“The Conscience of Nhem En,” by acclaimed filmmaker Steven Okazaki, is scheduled to air HBO2 throughout July. The half-hour movie, made on location in Cambodia, received an Oscar nomination for Best Documentary Short Film in the 2008 Academy Awards earlier this year, and debuted on HBO2 July 8.
Nhem En was a 16-year old Khmer Rouge soldier assigned to photograph thousands of men, women and children who faced certain torture and death at Tuol Sleng, a Phnom Penh high school converted into a nightmarish prison/interrogation center, now a museum. There, under Pol Pot’s rule from 1975-1979, 17,000 Cambodians were registered and photographed at Tuol Sleng, suspected of being involved with U.S. or Russian intelligence organizations. Eight survived their imprisonment.
Nhem En’s photographs/mug shots are a sobering reminder of the Cambodian holocaust, En’s lenses capturing the haunted stares of victim after victim, forced into a special chair facing En’s camera. The prisoners’ eyes reflect the terror of knowing their fate: unspeakable pain and horror just steps away from the chair, where the screams are coming from.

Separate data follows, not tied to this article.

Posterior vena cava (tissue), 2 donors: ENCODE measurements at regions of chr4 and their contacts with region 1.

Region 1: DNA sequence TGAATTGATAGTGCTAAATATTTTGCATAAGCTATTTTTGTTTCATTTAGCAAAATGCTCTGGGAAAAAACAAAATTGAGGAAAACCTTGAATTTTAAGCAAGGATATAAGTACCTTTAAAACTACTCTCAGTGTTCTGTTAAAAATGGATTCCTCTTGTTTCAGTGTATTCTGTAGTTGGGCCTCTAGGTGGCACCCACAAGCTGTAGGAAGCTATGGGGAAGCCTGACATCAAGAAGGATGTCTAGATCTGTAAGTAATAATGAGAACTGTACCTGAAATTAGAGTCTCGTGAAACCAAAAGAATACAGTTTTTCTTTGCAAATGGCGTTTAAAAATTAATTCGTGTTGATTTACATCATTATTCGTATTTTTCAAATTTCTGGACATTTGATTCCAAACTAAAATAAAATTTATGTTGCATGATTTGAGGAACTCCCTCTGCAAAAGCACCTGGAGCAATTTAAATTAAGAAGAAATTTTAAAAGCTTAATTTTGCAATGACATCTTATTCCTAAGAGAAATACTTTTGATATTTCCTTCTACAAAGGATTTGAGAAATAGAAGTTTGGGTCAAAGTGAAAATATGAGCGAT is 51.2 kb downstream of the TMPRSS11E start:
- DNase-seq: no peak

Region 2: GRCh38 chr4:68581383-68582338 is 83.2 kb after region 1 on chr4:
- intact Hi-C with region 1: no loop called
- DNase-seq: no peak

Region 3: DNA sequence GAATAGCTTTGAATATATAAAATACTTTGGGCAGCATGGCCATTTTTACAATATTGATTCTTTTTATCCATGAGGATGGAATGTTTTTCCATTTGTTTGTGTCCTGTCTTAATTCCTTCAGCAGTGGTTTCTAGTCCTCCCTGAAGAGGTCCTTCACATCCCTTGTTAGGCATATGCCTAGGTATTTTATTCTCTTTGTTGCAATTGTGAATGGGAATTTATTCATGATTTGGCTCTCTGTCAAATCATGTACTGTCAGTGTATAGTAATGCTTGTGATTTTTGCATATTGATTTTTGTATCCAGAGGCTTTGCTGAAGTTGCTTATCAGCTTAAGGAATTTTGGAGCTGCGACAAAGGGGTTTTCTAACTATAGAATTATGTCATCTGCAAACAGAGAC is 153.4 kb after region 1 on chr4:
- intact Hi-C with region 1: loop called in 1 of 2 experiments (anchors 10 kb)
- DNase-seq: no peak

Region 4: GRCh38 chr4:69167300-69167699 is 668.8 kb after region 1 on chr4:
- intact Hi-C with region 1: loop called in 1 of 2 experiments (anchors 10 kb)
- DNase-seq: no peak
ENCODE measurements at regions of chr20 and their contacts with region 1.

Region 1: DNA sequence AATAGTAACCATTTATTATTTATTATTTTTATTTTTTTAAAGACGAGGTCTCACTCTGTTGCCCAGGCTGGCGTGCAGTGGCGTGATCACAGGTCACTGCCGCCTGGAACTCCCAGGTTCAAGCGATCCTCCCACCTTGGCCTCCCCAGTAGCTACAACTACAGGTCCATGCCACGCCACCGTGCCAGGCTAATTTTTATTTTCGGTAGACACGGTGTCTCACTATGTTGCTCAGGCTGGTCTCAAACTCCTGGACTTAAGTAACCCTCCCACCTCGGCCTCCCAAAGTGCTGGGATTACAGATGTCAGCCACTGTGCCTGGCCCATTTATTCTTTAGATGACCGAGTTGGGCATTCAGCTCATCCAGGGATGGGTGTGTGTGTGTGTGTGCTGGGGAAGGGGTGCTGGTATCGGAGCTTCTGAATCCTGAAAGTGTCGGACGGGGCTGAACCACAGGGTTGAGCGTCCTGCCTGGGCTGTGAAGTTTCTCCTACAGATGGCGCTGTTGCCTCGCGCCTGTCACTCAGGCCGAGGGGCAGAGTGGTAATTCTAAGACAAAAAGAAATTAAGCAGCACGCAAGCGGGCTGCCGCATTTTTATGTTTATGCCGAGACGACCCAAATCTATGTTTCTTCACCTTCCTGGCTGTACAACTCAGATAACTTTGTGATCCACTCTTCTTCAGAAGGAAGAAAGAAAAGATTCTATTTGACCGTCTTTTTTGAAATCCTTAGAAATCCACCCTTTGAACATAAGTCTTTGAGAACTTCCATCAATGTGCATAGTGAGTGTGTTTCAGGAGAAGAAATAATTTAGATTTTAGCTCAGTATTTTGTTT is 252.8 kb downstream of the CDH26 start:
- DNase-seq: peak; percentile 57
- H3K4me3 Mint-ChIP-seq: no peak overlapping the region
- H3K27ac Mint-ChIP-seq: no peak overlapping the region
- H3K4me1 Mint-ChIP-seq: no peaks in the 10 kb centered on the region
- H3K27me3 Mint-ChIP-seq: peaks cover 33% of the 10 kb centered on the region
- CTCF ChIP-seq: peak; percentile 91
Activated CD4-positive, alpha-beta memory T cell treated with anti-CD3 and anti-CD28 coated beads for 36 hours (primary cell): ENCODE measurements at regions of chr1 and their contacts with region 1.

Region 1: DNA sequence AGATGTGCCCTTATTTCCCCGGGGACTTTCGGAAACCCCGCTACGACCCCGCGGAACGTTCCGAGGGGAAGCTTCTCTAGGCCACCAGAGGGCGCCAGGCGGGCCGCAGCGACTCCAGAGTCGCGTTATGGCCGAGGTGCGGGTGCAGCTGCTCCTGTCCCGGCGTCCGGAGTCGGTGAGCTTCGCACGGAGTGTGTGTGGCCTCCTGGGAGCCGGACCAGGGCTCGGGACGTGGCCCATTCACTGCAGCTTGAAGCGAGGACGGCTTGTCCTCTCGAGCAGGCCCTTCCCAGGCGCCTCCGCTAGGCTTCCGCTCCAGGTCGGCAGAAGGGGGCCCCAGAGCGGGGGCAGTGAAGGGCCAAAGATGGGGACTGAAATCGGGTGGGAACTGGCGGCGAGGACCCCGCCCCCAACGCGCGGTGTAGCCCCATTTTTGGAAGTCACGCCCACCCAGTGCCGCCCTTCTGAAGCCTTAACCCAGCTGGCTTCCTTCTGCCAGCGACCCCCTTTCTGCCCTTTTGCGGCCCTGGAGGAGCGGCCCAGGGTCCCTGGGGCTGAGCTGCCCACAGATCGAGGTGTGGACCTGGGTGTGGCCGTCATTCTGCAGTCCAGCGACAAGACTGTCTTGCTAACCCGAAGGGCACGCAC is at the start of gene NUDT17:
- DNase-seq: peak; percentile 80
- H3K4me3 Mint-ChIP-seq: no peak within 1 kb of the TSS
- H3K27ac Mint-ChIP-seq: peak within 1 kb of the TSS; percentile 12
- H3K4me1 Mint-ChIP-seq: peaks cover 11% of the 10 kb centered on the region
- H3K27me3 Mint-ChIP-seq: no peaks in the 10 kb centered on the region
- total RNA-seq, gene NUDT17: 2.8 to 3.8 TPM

Okazaki’s excellent and quite beautiful documentary puts these portraits of death front and center as Nhem En himself, now middle aged and robust, defends how he did the job he had to do in order to survive, pointing out that because he performed his duties, there is documented proof of the crimes against humanity.
“If it weren’t for me,” says En defiantly, “no one would know or care about Cambodia.”
“The Conscience of Nhem En” features wonderful Cambodian sights and faces, as well as heart-wrenching interviews with three of the eight known Tuol Sleng survivors. Their memories remain as vivid and painful now as when the genocide occurred 30 years ago, resulting in the deaths of 1.7 million people at the hands of the Khmer Rouge. Until recently, no efforts succeeded in bringing leaders of the regime to justice. The current tribunal might be, unfortunately, a classic example of “too little, too late,” and because -- as filmmaker Okazaki points out, “Cambodia’s future is tied to how it resolves its past” -- that future is uncertain indeed.
Okazaki’s previous HBO films include the Emmy-nominated “Black Tar Heroin”; “Rehab”; “The Mushroom Club” (Oscar nominee for Best Documentary Short); and the Emmy winner “White Light/Black Rain: The Destruction of Hiroshima and Nagasaki.” Among his other credits: “Unfinished Business” (Oscar nominee for Best Documentary Feature) and “Days of Waiting” (Peabody winner and Oscar winner for Best Documentary Short).
Like the body of Okazaki’s impressive work, “The Conscience of Nhem En” is both relevant and enlightening, honest and revealing. Recommended viewing!
SHOWTIMES for “THE CONSCIENCE OF NHEM EN” on HBO2 (all times ET):
July 13th at 5:30 pm, 18th (10 am), 21st (8:30 am); 23rd (noon); 26th (6 am) and 30th (3:30 pm)